The Interviewer Stole the Show
It's often said these days that the interviewers have stolen the show - interviews are no longer read for their subject, but for the interviewer's personal ruminations, reflections, opinions and even judgements on the person in question.
Lynn is probably one of the worst offenders. Known as Demon Barber for thirty years, she doesn't repent. The move of the interviewer from the wings to centre stage has happened in her lifetime and with her eager connivance.
In this programme, she argues how her medium is all the better for the interviewers taking charge. When she started her career in the late 60s, there were no regular celebrity interviews in the newspapers. As a young writer she worked as Literary Editor on Penthouse Magazine and Bob Guccione, who founded the magazine, wanted to launch an American edition which meant she had to familiarise herself with American culture, spelling and interests. So she subscribed to all the great American magazines - Playboy, Esquire, The New Yorker, Andy Warhol's Interview Magazine and Rolling Stone - with writing from Lillian Ross, Norman Mailer, Tom Wolfe, Gay Talese, and Joan Didion.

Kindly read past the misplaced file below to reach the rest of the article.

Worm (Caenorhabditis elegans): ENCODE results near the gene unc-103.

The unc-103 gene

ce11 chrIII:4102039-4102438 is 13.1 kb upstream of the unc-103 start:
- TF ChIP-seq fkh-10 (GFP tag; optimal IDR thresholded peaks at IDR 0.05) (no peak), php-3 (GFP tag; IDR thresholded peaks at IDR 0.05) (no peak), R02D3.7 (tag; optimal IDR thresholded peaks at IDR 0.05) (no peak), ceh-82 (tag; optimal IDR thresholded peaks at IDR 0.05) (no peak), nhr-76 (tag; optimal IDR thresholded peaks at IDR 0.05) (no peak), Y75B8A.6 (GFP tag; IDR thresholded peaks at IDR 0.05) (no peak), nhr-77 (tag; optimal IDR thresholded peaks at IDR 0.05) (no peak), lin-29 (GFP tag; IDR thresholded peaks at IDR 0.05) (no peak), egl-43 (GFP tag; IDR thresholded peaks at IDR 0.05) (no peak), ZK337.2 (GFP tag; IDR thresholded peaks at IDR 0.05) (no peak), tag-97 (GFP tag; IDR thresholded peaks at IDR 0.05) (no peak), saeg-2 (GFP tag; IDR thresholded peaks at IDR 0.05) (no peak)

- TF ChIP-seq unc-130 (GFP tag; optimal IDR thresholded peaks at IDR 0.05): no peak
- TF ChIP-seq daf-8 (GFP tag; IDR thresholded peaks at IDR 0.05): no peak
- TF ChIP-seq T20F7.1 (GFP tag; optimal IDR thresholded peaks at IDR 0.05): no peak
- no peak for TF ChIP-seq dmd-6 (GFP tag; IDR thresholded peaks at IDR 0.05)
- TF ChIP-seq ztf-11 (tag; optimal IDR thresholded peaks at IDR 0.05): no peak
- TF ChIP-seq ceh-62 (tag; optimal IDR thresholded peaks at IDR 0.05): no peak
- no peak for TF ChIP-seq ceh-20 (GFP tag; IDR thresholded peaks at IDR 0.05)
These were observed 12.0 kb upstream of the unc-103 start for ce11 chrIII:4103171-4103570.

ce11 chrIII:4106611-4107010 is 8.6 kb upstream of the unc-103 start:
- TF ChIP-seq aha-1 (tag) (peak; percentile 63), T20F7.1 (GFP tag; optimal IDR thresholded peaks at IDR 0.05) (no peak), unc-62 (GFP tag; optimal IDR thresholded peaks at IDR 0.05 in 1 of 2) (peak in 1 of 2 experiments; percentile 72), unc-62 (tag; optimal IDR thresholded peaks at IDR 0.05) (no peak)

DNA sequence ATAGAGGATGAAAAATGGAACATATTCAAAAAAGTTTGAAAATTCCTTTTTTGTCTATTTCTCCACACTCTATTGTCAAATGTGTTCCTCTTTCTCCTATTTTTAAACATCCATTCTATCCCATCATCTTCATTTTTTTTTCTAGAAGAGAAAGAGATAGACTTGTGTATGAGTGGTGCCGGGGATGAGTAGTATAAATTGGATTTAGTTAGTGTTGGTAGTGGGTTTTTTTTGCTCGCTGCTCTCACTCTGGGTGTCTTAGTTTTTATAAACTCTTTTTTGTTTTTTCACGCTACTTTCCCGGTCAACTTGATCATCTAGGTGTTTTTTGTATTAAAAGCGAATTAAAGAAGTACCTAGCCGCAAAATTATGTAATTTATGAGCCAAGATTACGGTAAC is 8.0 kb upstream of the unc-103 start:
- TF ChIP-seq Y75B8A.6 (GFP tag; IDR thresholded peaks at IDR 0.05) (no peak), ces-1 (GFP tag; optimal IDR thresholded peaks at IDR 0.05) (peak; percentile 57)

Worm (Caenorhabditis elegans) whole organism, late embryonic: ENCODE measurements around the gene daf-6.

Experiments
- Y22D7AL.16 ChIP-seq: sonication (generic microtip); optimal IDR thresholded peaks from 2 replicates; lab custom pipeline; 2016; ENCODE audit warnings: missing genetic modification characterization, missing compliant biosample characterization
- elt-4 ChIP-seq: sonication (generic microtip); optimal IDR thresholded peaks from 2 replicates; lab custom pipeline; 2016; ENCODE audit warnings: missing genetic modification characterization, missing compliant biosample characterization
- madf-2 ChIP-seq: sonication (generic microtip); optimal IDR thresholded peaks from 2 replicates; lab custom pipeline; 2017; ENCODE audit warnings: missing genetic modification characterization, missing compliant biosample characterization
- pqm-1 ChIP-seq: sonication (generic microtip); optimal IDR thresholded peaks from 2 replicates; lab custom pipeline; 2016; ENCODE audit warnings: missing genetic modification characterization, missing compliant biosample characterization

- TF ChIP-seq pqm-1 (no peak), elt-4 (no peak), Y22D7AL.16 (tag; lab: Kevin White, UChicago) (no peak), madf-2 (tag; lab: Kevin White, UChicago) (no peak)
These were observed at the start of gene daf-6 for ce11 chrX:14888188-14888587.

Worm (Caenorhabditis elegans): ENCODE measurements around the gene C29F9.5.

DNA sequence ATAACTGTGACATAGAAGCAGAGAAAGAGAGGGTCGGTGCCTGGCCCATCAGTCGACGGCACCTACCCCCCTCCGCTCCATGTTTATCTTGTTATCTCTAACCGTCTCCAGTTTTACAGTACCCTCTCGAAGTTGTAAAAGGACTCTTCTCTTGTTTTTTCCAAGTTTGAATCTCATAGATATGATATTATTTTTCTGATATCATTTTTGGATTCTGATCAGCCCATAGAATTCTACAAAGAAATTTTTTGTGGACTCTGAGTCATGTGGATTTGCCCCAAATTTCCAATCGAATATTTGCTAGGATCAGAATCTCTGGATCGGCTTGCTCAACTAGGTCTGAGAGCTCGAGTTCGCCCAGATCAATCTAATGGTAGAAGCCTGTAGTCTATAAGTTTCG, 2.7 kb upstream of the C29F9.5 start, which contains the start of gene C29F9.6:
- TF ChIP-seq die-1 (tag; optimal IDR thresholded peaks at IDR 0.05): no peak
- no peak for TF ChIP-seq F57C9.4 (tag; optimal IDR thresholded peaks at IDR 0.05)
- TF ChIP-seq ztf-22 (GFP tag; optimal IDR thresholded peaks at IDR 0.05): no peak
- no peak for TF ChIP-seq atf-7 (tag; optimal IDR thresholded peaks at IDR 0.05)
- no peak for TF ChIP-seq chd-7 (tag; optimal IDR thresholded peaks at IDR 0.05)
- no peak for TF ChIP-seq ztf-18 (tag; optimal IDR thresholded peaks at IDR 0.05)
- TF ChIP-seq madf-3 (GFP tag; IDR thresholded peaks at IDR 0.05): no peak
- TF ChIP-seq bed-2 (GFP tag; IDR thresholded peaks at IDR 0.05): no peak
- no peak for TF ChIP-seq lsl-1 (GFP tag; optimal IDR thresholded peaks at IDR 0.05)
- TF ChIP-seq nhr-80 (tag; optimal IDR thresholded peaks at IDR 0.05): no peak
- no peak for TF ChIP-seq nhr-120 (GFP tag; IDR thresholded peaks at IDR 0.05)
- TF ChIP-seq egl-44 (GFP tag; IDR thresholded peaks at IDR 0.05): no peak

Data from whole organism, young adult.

This writing became known as the New Journalism and included great interviews and profiles which, as she reveals, are great works of literature - brilliant studies of the writer's celebrity subject. They have defined how she and others approach their interviewing today.
With Gay Talese and Camilla Long
Producers: Kate Bland and Beth Clayton
A Cast Iron Radio production for BBC Radio 4.